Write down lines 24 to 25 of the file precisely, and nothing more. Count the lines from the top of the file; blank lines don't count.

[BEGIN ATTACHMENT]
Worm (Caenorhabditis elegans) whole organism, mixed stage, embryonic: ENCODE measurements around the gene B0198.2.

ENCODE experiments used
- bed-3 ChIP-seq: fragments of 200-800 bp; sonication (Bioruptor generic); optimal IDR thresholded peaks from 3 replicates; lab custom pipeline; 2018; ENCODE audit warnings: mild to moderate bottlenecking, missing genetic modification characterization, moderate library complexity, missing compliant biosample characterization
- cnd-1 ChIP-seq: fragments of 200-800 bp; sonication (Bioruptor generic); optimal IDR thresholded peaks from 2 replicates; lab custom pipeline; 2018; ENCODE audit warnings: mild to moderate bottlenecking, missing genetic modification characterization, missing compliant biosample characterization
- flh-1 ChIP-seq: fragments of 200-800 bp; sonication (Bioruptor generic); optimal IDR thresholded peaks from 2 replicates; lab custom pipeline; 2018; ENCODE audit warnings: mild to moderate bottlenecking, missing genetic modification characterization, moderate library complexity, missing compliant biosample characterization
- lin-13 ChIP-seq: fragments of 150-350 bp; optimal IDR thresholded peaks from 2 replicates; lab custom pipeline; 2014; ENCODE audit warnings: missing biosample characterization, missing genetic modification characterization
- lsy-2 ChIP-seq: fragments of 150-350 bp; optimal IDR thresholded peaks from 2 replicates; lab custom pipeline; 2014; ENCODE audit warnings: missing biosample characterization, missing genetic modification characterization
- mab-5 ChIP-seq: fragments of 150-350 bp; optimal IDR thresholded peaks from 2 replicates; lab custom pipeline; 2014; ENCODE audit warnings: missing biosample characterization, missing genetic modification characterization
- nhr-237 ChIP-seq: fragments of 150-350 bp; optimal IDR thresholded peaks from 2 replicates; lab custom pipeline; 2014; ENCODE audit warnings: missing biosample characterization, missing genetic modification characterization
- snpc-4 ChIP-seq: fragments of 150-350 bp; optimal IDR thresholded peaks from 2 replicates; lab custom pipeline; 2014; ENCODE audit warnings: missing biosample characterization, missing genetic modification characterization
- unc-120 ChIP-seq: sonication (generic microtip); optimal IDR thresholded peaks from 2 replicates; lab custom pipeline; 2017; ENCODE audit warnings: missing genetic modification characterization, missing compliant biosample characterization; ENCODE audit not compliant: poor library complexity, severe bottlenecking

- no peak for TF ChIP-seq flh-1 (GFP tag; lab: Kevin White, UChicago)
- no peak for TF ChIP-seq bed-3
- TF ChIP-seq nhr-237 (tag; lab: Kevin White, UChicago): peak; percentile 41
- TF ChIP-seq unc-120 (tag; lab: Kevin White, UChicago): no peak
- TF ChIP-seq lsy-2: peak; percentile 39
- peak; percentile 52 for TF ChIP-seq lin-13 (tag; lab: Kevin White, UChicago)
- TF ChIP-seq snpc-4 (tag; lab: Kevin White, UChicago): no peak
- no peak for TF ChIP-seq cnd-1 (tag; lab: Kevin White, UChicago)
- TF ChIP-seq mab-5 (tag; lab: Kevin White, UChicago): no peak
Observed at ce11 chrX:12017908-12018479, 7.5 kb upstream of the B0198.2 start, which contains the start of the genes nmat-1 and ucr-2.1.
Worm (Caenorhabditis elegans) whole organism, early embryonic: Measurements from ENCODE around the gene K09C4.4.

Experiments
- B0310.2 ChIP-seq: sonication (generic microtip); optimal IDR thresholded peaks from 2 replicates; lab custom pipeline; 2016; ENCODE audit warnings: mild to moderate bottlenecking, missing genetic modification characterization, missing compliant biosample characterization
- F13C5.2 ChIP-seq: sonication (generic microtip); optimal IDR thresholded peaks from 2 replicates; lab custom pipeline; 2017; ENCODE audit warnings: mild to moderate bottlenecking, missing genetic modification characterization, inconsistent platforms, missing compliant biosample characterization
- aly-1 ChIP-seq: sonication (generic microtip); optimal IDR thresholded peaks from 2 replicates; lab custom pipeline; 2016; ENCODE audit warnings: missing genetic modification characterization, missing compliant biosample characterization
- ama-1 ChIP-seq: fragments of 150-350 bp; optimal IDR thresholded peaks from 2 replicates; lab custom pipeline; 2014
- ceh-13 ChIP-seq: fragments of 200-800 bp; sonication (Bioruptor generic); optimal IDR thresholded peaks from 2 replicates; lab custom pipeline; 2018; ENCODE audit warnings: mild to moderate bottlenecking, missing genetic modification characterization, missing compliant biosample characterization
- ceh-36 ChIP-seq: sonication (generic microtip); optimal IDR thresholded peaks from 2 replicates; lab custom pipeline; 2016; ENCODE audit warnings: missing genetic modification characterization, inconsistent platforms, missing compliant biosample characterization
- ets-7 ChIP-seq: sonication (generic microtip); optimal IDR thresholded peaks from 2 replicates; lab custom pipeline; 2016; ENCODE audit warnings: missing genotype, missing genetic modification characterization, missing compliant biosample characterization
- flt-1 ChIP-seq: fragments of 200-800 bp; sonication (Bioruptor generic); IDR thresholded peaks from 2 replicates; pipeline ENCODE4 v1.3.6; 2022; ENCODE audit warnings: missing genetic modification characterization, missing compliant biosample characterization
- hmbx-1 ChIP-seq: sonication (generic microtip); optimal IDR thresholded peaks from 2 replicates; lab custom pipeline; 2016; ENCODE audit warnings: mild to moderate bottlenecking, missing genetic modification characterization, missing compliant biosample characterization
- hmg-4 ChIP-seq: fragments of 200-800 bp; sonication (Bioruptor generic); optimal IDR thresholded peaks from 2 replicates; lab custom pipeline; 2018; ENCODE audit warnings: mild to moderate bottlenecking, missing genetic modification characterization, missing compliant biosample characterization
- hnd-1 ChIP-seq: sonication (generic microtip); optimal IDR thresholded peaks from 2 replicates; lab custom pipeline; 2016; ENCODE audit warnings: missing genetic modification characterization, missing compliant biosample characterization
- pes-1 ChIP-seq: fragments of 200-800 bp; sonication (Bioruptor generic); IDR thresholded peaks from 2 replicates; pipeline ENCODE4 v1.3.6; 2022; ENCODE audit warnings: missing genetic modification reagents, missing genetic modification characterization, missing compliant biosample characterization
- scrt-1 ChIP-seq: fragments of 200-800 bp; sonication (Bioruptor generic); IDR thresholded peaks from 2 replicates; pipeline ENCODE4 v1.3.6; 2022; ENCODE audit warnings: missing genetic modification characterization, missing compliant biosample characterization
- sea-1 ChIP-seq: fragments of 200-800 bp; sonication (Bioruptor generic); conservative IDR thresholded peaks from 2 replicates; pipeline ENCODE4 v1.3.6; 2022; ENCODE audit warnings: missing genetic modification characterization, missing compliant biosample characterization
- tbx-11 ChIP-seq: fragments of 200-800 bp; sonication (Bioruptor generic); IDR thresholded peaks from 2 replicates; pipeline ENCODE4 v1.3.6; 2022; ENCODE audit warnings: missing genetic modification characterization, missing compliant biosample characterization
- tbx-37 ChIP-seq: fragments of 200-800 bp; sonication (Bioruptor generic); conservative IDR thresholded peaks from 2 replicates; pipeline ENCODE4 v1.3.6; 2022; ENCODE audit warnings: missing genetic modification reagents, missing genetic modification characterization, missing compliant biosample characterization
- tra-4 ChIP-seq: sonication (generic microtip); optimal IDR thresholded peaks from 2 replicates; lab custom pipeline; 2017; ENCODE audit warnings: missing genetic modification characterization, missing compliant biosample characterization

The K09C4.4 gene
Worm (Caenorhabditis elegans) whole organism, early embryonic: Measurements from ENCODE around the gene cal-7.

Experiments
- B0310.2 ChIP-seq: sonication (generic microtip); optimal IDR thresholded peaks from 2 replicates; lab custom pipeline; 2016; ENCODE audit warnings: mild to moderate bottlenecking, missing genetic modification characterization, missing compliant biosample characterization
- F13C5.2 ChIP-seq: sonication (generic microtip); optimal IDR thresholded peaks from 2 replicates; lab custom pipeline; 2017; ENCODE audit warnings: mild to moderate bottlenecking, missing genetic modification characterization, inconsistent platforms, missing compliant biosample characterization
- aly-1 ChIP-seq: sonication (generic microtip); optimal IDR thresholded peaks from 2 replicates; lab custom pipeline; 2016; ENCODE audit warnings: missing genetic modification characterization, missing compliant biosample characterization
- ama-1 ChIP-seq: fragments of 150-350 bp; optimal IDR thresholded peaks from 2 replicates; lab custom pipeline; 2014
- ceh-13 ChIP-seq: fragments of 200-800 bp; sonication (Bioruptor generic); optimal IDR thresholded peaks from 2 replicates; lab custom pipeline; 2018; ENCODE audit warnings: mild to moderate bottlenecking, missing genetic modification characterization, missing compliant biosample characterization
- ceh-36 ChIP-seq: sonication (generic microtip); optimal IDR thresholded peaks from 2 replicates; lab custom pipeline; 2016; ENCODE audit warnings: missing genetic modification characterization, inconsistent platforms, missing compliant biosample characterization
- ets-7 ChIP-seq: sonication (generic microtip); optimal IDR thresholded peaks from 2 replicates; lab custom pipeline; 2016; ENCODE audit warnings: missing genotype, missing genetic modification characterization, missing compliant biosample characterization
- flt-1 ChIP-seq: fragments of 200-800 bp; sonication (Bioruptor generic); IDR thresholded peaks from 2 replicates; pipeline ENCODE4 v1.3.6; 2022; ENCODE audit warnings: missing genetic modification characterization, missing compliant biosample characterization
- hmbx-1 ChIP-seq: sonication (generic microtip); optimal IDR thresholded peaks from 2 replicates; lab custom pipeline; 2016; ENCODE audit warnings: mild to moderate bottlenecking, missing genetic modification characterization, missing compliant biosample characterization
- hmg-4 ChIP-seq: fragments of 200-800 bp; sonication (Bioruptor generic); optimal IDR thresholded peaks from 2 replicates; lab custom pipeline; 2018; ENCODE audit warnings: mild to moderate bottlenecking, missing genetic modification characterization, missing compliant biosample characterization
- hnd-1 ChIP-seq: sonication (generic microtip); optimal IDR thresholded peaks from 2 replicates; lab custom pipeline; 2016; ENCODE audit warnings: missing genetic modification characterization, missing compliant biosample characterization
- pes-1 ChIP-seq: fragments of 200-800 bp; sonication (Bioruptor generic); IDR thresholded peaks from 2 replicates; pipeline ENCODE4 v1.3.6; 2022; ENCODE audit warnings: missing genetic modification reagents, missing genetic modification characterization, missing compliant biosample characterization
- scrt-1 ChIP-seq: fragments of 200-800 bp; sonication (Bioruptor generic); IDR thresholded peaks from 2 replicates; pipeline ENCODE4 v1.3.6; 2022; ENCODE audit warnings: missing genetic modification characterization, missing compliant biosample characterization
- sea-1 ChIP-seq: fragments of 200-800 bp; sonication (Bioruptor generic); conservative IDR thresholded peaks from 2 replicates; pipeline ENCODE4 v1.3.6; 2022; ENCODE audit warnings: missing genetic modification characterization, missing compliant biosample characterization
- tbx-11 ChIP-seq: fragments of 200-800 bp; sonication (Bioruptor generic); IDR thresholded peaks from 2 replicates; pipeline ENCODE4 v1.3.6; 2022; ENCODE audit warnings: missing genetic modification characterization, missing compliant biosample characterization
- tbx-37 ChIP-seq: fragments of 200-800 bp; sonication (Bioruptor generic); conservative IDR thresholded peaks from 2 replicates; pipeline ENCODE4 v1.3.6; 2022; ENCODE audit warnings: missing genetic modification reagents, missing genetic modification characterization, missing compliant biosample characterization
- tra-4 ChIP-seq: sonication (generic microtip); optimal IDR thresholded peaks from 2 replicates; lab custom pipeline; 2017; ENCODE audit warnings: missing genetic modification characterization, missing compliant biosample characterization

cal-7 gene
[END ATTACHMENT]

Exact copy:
- B0310.2 ChIP-seq: sonication (generic microtip); optimal IDR thresholded peaks from 2 replicates; lab custom pipeline; 2016; ENCODE audit warnings: mild to moderate bottlenecking, missing genetic modification characterization, missing compliant biosample characterization
- F13C5.2 ChIP-seq: sonication (generic microtip); optimal IDR thresholded peaks from 2 replicates; lab custom pipeline; 2017; ENCODE audit warnings: mild to moderate bottlenecking, missing genetic modification characterization, inconsistent platforms, missing compliant biosample characterization